Henderson, John (1757–88), eccentric scholar, was born 27 March 1757 in Co. Limerick (sources say at Ballygarran or Ballegarance, which may be the townland of Ballycarrane), the only son of Richard Henderson, Wesleyan lay preacher, and his first or second wife, whose name may have been Charlotte. Richard Henderson moved with his family in 1762 to Hanham, near Bristol, England, where he kept a school and later a private asylum, met his third wife (who survived him), and was close to John Wesley's (qv) home; the two men were friends for the rest of their lives. John Henderson was educated at Wesley's school at Kingswood, where his amazing mental ability was quickly noted. At the age of eight he was teaching Latin to schoolfellows, and at twelve he was teaching Greek to men twice his age in Lady Huntingdon's college at Trevecca, Wales. Dr Tucker, dean of Gloucester, was so impressed by his abilities that he paid for him to attend Oxford; he entered Pembroke College (1781) and graduated BA (1786). He continued thereafter to study ancient and modern languages as well as science and medicine.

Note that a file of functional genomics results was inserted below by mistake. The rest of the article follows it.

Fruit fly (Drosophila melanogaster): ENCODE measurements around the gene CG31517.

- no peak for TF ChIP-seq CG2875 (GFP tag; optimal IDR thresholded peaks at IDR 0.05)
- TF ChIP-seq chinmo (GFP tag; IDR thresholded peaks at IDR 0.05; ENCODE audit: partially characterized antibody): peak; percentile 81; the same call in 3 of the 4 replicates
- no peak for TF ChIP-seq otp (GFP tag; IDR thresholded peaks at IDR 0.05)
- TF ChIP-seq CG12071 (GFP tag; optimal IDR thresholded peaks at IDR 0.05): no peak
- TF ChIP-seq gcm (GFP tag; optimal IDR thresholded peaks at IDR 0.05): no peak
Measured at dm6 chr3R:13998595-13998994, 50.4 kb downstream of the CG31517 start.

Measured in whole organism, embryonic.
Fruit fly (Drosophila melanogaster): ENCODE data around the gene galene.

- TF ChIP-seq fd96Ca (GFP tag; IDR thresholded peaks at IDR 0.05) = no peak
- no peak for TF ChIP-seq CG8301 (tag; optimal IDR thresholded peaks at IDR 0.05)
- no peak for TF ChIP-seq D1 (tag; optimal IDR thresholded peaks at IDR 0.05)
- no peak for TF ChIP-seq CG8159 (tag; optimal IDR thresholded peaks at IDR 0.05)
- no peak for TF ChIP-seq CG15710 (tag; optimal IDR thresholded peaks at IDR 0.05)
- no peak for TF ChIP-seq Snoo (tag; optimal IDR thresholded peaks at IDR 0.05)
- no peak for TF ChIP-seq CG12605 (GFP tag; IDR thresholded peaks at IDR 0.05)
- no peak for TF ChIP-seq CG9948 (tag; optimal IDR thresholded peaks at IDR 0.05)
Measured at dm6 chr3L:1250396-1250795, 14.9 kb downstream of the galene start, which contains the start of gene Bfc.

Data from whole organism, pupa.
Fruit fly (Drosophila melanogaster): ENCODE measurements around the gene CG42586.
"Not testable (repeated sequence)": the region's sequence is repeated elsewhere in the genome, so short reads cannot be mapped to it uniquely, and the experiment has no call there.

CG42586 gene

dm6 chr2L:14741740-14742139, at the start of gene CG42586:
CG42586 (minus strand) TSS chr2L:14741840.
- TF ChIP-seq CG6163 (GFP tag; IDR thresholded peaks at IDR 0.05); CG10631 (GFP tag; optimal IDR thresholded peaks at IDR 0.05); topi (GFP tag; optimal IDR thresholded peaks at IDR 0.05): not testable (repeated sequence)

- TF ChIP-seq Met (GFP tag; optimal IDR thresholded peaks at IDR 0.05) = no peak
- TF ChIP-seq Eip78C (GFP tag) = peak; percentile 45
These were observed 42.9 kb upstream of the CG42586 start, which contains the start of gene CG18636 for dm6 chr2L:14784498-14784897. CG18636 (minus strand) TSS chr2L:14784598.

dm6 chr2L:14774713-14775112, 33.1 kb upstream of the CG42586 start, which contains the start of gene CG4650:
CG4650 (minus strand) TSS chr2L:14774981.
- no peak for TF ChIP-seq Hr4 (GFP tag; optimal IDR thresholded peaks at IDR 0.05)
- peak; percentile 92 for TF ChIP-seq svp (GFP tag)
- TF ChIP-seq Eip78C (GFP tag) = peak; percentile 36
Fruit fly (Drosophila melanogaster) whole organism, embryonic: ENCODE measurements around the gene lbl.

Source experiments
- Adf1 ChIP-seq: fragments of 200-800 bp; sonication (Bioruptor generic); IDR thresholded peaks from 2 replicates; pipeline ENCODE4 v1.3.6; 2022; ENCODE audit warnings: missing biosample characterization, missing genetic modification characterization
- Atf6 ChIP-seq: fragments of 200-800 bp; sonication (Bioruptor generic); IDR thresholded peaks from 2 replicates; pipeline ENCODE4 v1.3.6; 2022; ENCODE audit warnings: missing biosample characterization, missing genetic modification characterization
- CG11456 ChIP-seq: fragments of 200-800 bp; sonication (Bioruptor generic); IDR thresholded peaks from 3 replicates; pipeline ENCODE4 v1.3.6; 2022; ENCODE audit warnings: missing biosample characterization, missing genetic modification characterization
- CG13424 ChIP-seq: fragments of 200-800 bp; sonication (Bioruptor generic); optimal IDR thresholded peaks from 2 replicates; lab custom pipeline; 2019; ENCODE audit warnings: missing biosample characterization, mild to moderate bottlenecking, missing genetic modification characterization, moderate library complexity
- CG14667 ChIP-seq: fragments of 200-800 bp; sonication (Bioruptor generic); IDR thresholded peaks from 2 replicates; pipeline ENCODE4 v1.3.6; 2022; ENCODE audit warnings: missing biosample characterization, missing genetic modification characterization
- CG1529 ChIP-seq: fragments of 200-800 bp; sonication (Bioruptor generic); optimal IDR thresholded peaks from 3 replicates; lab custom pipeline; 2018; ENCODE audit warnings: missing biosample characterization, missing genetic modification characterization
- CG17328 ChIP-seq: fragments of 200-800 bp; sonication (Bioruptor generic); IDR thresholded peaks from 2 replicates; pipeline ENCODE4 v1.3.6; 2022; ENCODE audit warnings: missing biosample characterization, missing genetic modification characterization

He was well known, as much for his eccentricities as for his erudition. He refused to conform to accepted dress, wearing his hair like a boy aged six or seven, and refusing to allow it to be ‘strewed with white powder’ (‘An account’, 3) or curled, and he never wore a neckcloth or the then fashionably large shoe buckles. He took to sleeping most of the day; his popularity and desire to shine in society may have caused him to seek the extra stimulation of alcohol and opium. He smoked incessantly and is said to have eaten quantities of opium that would have killed twelve other men; he experimented with the effects of eating mercury and other noxious drugs. Henderson was benevolent and good-hearted; he provided free medical advice for poor people, though he refused to study any medical authorities later than the famous Dutch physician Hermann Boerhaave (1668–1738); moreover, his own habit of sleeping in a wet shirt in wringing wet sheets was perhaps not a practice to be imitated. Literary celebrities of the era, Hannah More and Dr Johnson among them, sought his company and enjoyed his conversation, and his life story, talents, and eccentricities were widely reported in magazines of the day. He disappointed his family by refusing to be ordained; instead he became reclusive and his studies increasingly tended towards the occult. He was interested in alchemy, physiognomy, and astrology, and believed that he had communicated with spirits. Henderson returned to live with his father, but on a visit to his old college died (possibly of opium poisoning), after severe pain and illness, on 2 November 1788 and was buried in St George's church, Hanham. His father was distraught; even after the 86-year-old Wesley walked to his house to comfort him, Richard Henderson had his son's grave opened in case there was any chance of life returning. Wesley (who had made some effort to keep John Henderson from excess) made a characteristically succinct judgement in his journal: ‘with as great and good talents as most men in England [he] had lived two and thirty years and had done just nothing’.